a.    Orderly, well arranged, seemly, modest, decorous

b.    The word is derived from the Greek word “kosmos” meaning “world.”  God has made the world with order and decorum.  This is how an elder’s life is to be.

2.    An elder must not have a chaotic life, but one that is orderly.

a.    His outward appearance, his mental state, his habits, his home, and his spiritual life need to be well arranged.

b.    He understands things such as priorities, time management, and organization.


C.   Not given to wine (I Tim. 3:3; Tit. 1:7)

1.     Definition (3943)

a.    From two words meaning “to stay near wine”

b.    He is not a winebibber, a tipper, a drunk.

2.    In the Old Testament, the kings were the shepherds of the people.  Often-times they were denounced for their drunkenness.

a.    Isaiah 56:12


Come ye, say they, I will fetch wine, and we will fill ourselves with strong drink; and tomorrow be as this day, and much more abundant.


b.    In Proverbs 31:4-5, we learn what is wrong with strong drink for those in positions of leadership.


It is not for kings, O Lemuel, it is not for kings to drink wine; nor for princes strong drink:  lest they drink, and forget the law, and pervert the judgment of the afflicted.


3.     An elder given to wine violates many of the other qualifications:  vigilant, sober, ruling well his own house, holy, and temperate.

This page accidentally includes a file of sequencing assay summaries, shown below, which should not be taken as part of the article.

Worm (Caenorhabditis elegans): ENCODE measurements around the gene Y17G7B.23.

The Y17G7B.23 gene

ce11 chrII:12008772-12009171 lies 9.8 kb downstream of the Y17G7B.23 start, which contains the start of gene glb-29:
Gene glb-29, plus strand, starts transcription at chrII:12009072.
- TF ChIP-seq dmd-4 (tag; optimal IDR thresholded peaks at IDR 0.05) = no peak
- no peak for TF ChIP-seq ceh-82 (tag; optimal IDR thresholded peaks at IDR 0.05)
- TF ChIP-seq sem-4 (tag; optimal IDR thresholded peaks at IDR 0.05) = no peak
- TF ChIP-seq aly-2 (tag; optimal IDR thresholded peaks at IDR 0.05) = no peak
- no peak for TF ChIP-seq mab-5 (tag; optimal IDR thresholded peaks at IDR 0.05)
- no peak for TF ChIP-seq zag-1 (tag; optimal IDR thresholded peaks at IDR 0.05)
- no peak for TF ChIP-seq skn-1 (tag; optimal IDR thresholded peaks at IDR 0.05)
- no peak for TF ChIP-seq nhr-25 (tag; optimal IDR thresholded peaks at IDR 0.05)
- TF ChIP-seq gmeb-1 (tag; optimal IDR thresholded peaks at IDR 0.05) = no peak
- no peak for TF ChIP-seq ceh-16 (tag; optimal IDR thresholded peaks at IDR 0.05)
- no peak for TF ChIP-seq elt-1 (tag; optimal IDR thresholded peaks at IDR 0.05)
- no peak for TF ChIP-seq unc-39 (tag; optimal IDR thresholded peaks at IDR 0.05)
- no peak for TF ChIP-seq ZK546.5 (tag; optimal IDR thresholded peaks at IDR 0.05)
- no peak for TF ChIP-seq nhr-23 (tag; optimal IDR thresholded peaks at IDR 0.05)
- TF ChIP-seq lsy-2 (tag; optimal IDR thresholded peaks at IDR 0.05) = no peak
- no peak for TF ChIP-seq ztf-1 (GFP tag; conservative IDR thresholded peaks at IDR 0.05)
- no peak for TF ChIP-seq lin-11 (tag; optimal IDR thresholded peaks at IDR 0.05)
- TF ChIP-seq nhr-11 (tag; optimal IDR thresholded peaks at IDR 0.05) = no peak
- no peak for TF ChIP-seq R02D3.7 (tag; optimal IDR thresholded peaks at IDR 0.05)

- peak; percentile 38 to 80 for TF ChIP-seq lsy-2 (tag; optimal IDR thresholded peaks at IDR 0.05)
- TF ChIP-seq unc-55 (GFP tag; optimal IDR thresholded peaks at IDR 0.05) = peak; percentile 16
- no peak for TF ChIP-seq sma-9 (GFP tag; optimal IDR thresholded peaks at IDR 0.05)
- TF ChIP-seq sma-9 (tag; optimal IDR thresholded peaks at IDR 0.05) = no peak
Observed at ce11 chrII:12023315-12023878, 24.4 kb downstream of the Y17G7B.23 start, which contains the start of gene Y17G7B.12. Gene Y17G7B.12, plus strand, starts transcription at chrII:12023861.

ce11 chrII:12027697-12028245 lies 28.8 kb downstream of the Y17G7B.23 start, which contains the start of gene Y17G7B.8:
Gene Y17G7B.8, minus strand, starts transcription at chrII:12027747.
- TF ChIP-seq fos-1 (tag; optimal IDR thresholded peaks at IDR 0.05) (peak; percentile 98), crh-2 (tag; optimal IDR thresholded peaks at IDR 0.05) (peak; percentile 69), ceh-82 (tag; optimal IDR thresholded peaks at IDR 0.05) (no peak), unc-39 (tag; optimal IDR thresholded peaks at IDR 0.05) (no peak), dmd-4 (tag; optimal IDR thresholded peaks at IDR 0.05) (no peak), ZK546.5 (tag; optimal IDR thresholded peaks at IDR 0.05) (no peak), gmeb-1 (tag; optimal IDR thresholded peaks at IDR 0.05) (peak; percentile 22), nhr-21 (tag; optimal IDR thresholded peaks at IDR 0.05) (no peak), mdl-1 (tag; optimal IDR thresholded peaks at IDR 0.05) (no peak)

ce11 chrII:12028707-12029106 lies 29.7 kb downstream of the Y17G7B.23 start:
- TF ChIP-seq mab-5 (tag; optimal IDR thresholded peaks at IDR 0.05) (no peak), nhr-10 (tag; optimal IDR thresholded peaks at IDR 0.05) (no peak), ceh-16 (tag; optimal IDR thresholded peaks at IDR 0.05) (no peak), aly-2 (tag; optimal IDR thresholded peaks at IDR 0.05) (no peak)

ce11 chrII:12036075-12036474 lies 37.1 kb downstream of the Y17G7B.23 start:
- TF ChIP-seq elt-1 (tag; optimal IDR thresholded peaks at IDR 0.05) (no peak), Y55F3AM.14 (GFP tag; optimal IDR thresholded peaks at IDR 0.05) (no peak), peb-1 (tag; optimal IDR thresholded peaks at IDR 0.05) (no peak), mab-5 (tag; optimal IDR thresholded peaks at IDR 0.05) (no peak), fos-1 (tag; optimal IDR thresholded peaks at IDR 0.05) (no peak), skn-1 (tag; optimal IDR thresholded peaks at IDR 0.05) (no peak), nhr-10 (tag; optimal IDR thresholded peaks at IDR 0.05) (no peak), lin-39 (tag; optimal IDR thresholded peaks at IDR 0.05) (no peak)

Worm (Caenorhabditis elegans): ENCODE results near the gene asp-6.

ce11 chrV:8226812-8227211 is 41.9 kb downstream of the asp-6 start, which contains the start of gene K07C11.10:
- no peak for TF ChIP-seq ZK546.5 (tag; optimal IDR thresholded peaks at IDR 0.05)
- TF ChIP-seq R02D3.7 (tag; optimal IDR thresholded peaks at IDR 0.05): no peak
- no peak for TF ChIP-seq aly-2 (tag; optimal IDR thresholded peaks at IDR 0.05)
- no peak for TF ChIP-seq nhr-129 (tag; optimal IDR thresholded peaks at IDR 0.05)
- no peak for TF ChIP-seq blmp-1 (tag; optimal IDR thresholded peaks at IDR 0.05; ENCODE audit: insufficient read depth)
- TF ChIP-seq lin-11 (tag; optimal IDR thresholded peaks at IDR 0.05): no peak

4.    With the thousands of beverages that are available to man that do not contain alcohol:  coffee, tea, sodas, shakes, frozen drinks, Gatorade, water, flavored water, juices, etc., why does anyone need to pervert his brain with an alcoholic beverage?  Especially an elder?




A.   This might seem like a very strange section to some.

1.     To some extent, money makes the world go round.  It is the medium of exchange.

2.    As overseers, the elders are going to be handling the contributions of the members.

3.     In the first century, some of the elders were paid (I Tim. 5:17).


Let the elders that rule well be counted worthy of double honor, especially they who labor in the word and doctrine.


4.    To some, money involves power.  They like to wield that power in order to manipulate those who are in charge.


B.   Two qualifications have to do with the an elder’s relationship to money.

1.     Not greedy of filthy lucre (I Tim. 3:3; Tit. 1:7)